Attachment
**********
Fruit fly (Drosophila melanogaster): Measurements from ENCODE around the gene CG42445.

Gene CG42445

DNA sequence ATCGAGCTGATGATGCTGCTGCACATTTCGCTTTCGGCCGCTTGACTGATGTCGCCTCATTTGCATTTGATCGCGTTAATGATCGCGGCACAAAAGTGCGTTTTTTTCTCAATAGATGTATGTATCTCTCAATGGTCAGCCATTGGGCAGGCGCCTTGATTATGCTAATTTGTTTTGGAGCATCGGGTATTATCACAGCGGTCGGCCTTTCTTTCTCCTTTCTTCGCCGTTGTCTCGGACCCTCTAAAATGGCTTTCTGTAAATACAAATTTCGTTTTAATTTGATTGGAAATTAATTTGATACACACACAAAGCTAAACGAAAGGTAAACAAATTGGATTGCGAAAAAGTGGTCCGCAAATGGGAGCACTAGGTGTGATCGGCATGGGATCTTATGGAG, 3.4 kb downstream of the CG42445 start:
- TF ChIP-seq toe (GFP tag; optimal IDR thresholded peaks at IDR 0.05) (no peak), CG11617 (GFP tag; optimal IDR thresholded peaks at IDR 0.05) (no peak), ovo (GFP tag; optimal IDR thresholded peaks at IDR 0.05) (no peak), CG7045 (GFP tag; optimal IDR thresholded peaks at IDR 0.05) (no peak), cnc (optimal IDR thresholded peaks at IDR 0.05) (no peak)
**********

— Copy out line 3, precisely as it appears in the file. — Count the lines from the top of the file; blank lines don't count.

DNA sequence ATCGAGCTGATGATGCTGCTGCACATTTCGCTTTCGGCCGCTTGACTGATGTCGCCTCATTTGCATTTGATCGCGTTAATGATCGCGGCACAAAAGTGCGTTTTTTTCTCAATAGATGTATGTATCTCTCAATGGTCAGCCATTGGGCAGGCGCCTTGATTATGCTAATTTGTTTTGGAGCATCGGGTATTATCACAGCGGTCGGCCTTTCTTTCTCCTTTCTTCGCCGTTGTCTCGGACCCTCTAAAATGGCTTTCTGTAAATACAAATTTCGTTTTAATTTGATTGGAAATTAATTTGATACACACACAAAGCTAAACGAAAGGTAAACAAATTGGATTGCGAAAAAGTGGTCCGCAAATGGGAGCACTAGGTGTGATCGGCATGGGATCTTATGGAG, 3.4 kb downstream of the CG42445 start: